izTalk 2004 Server is an enterprise-class application from Microsoft designed to make the integration of disparate systems as easy as possible. It is a suite of tools that gives you flexibility in integrating and orchestrating your workflows, rules, and data translations. It allows you to program both short- and long-term business logic and business processes. This capability is known as Business Process Automation, or BPA.
BizTalk is at the forefront of the next generation of enterprise developmentexternalizing the workflow, rules, and logic of your system, allowing them to be defined in a declarative manner using a language such as BPEL, or in a visual manner using tools such as the BizTalk Orchestration Designer. This externalization is important on many fronts:
First, it allows for a greater interaction and understanding between the business side of your company and the development side. Traditionally a business analyst conceives of an application and describes it as best he can. Then a systems analyst or architect does his best to understand these requirements and translate them into entities that can be built using code. Finally a developer takes these entities and codes them to spec. In the ideal case the process is smooth, and there is no disjoin from one end to the other. But the ideal case rarely happens; friction between the business and the development sides is common in most industries.
Second, it allows for greater clarity in understanding the business process itself. Typically, the requirements created by the business analyst are realized in a compiled application that appears to do what it's supposed to do. But nobody but the development team really understands what is going on under the hood. The test plan and its results are the only evidence anyone has that the system has truly satisfied all the requirements. When the business process can be developed declaratively both sides work more collaboratively in the process, and their confidence changes into the ability of the runtime engine to implement that process correctly.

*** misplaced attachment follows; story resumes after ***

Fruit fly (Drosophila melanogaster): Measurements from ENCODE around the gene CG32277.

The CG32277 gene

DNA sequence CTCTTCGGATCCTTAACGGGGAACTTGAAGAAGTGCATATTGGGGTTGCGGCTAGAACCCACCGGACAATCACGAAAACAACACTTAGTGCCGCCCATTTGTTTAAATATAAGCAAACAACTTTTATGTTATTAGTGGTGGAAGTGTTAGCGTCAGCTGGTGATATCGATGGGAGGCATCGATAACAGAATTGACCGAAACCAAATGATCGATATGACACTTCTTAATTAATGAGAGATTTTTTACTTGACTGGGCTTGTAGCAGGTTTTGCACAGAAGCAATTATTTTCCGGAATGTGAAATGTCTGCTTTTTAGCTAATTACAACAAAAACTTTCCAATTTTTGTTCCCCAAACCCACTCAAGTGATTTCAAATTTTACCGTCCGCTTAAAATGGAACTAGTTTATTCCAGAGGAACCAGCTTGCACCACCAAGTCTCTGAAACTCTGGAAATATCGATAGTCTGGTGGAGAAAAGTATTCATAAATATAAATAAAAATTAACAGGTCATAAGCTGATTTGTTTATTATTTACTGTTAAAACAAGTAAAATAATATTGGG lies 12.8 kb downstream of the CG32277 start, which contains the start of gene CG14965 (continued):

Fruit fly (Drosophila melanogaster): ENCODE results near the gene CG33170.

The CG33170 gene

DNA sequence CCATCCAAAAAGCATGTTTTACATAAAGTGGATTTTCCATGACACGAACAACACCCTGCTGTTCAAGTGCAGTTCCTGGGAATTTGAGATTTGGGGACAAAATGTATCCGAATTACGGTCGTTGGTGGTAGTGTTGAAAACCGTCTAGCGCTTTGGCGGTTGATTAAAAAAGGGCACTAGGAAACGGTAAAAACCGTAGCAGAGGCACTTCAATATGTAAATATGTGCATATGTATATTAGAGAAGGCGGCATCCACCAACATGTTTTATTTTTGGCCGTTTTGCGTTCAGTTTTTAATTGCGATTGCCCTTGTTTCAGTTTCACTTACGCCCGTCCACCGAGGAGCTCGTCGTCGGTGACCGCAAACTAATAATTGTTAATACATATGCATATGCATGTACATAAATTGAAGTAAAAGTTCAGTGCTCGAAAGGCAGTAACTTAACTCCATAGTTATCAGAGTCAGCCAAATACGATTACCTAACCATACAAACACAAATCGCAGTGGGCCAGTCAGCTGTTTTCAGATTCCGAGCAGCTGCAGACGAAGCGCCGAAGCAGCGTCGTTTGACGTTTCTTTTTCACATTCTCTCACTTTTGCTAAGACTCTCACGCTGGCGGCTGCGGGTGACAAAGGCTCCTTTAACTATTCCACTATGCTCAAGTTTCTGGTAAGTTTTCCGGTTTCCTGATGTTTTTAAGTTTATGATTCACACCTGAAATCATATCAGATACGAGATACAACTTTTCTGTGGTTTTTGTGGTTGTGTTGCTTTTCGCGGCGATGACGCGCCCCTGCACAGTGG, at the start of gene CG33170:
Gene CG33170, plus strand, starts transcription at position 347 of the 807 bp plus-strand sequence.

|What You Need: Microsoft BizTalk Server 2004 (available as a trial download.) Please be aware of the prerequisites for installation, which include Visual Studio.NET 2003, Microsoft SQL Server 2000 SP2, and Microsoft SQLXML. You may need to download and install these before using BizTalk 2004.
Third, it allows for greater ability to change and debug the process. Generally, when an application written in a high-level language, such as C# or Java, needs to be changed, you go in and change the code to behave according to the new requirements. Over time and with many changes from many hands, the codebase can become completely disjoined from the original business requirements. It is difficult for a business analyst, who understands the requirements to understand the code, and likewise it is difficult for a coder to understand the business needs. If the process is built declaratively, in a language that both developers and
analysts understand, then changes are much easier to manage.
When the process and rules can be described to a run time engine instead of programmed in code a lot of these problems go away. This is the purpose of XML schema such as BPEL (Business Process Execution Language) and RuleML (Rules markup language) and the engines that implement them.
To date, BPEL is implemented with Microsoft BizTalk, IBM WebSphere, and BEA WebLogic as well as a number of open source platforms. At the time of this writing, BEA is considering open sourcing its implementation of BPEL4J. This would result in a widely distributed Java runtime that parses and executes BPEL.
But this article is about another BPA engine: Microsoft BizTalk 2004. BizTalk has long been the leader of the BPA pack, adapting standards such as BPEL4WS (BPEL for Web Services) ahead of its competition, and having tight integration with Visual Studio. For the rest of this article I will explain how to use BizTalk to generate and automate a simple workflow and rules-based application.